Thursday, 22 August 2019

Rattlesnakes will open Caribbean Tales Film Festival - this afternoon's Caribbean Camera this morning:


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Grab your popcorn. CTFF About to Open. Annual Filmfest has Snakes on the Brain for Gala Night

By Stephen Weir


When the Caribbean Tales Film Festival (CTFF) opens in a couple weeks, the first film of the annual flickfest will have the audience thinking they have snakes on the brain when the theatre lights come back on.  Rattlesnakes is a full- length feature that has rattlers not just in the personalities of the principal actors but literally on camera too. 
The Canadian debut takes place September 4th, right on College Street in Toronto’s Little Italy.  The film will be feted at the festival’s early evening 2019 kick-off and street party, followed by an 8pm VIP filled screening across the street at the Royal Cinema!
This is probably going to be the first movie an audience will ever see where they will see the names of three snakes in the final credits! Slash and Strike don’t get much screen time or any lines to speak, but they do rattle audiences when the hiss and shake their tails at a key point in the flick. The third snake, Delilah was a snake stand-in, whose best scenes were probably shed by the movie’s editor!
The film is adapted from a stage play penned by red-hot UK author and playwright Graham Ronald Farrow. Julius Amedume, the film’s Ghanaian-British director worked with Farrow to come up with a tight 85-minute story.  Rattlesnakes received its World Premier at the Pan African Film Festival in Los Angeles earlier this year and snapped up the Audience Award for Best Movie.
“ The movie is at one level close to the original British play,” Haitian-French-American actor and producer Jimmy Jean-Louis told the Caribbean Camera. “I am not white; in the movie I am kidnapped by three business men who are.  In the original play everyone is white and the kidnappers are regulars Joes, one is a plumber. We have changed that and it makes a significant difference (in the nuance of the story)”

Pictured Right: Jimmy Jean-Louis and Christian Oliver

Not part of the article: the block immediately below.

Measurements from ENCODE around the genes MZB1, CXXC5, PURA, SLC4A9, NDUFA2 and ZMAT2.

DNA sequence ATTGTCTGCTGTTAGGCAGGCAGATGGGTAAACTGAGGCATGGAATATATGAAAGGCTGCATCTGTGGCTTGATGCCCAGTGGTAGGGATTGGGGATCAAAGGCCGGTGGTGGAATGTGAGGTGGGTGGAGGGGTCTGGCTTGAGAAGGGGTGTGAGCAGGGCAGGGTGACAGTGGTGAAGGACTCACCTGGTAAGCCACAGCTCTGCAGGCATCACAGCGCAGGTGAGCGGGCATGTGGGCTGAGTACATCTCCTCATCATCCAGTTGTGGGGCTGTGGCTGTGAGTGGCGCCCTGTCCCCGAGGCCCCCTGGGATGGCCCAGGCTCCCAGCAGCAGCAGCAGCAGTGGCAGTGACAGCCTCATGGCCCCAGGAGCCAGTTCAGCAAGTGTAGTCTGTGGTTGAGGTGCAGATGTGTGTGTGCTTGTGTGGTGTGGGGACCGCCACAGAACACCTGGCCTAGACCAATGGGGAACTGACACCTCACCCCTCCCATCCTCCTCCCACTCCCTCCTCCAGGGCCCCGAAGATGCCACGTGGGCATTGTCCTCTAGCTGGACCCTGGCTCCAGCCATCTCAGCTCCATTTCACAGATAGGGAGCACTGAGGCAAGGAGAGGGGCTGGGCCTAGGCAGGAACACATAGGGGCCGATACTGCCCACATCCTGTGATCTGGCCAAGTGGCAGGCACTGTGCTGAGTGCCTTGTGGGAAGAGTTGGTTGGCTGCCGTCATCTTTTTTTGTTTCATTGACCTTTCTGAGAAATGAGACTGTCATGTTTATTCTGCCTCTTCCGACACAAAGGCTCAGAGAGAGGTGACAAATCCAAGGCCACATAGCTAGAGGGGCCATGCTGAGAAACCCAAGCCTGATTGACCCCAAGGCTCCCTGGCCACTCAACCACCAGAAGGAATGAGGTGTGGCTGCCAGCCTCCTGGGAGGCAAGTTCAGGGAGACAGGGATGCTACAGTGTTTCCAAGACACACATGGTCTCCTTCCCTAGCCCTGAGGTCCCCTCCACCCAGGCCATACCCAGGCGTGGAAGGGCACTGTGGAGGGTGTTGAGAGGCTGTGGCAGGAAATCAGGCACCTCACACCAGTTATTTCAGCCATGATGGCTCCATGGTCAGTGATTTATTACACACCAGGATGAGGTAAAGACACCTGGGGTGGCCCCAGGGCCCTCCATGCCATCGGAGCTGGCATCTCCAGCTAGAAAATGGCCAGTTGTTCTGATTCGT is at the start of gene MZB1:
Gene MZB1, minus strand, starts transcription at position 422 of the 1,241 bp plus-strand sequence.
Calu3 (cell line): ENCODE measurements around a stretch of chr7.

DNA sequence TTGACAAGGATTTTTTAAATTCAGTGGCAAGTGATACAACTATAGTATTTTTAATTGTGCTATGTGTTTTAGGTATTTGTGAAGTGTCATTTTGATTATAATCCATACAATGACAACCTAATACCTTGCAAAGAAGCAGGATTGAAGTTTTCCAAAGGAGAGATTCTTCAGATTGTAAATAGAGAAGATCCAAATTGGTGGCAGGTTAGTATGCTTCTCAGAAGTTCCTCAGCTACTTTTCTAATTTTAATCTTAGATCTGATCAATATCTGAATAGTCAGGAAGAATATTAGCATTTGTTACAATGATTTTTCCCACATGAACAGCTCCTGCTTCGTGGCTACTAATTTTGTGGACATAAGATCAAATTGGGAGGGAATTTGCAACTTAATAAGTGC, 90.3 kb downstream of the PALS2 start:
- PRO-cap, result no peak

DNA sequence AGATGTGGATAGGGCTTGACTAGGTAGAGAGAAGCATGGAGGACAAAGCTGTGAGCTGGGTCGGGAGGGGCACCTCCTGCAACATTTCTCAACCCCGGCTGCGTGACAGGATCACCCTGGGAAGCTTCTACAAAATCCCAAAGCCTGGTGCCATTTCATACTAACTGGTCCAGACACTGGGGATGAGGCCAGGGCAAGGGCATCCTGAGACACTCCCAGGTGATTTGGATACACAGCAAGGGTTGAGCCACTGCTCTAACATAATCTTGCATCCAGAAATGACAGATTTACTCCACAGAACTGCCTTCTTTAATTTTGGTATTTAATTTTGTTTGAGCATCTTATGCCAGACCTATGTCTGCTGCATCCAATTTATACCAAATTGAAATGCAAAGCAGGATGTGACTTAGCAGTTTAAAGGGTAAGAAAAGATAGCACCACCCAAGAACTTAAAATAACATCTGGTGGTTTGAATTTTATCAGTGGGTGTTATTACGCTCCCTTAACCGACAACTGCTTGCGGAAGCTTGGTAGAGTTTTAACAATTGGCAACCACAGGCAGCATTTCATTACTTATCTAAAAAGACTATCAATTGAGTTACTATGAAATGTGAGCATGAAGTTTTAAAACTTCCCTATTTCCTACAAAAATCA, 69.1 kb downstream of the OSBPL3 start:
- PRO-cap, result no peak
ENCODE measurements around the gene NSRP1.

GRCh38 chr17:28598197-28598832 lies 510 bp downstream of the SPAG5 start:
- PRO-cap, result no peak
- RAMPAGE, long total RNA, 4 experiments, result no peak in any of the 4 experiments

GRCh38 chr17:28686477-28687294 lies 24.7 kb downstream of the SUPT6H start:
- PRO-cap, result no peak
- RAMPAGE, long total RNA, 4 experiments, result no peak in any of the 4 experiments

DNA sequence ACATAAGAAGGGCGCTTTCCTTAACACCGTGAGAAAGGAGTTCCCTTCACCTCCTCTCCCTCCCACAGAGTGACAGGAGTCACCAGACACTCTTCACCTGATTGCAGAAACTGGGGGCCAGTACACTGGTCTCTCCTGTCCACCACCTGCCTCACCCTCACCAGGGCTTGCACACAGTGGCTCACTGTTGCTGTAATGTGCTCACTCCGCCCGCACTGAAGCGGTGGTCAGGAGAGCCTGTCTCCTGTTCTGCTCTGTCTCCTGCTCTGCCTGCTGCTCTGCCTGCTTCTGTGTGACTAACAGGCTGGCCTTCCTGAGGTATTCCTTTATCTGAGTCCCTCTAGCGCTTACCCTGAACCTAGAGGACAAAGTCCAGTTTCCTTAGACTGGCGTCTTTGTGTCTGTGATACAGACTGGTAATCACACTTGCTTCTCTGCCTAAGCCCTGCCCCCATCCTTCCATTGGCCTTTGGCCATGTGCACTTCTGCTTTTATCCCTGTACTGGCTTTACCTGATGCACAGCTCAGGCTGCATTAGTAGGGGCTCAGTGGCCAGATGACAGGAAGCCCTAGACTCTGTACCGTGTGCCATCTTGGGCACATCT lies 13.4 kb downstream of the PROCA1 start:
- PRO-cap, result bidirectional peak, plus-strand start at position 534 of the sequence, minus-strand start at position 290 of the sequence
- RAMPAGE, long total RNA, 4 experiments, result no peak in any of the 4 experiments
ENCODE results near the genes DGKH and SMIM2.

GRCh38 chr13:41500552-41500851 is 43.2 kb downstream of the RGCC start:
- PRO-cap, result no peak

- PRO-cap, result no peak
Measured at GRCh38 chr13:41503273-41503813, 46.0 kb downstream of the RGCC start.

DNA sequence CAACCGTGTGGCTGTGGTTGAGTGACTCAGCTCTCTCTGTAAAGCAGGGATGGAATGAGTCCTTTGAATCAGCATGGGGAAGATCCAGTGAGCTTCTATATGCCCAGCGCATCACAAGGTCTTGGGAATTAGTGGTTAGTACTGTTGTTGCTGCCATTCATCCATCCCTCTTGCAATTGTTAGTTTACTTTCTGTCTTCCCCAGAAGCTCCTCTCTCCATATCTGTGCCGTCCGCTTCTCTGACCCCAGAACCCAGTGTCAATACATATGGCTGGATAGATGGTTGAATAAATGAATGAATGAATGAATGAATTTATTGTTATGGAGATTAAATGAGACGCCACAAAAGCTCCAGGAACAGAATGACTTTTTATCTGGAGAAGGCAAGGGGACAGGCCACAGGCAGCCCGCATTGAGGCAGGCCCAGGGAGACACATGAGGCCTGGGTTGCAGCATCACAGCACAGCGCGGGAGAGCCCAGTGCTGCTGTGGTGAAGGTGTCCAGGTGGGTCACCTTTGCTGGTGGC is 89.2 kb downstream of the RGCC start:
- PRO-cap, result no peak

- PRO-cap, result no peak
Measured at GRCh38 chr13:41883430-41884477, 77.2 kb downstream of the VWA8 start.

It is being called a neo-noir thriller, where nothing, except the rattlesnake, is exactly what it seems. Jean-Louis plays a New Age guru, or, is he a sex therapist bedding the unhappy wives of the kidnappers in a swank Santa Barbara retreat?
Fast paced, the film opens with the three cuckolded husbands digging a grave for the therapist. They are enraged after a private eye shows them damning pictures of what sort of therapy Jean-Louis delivers to their unhappy wives (which they are paying for). They have agreed amongst themselves to break into the California love nest and teach the guru a lesson he probably isn’t going to survive!
The therapist is bound and beaten with a knuckle-breaking hammer. And, before the torture ends, the kidnappers rip open his fly to see if their wives might have been attracted to him because of the size of his penis!
“We never mention colour,” continues Jean-Louis. “ It’s the unspoken word in the room, but it is an issues which the movie really hangs on. IT really divides how audiences interpret Rattlesnakes.” According to the movie’s director and star, husbands and wives can have many different interpretations on what is all really about and who exactly the real bad people are in the film.
Even though his hands and feed are tied the therapist does gets his licks in telling each of the kidnappers how flawed their marriages really are and how they are to blame.  It is a masterful performance by a Caribbean actor who hasn’t had much exposure in Canada.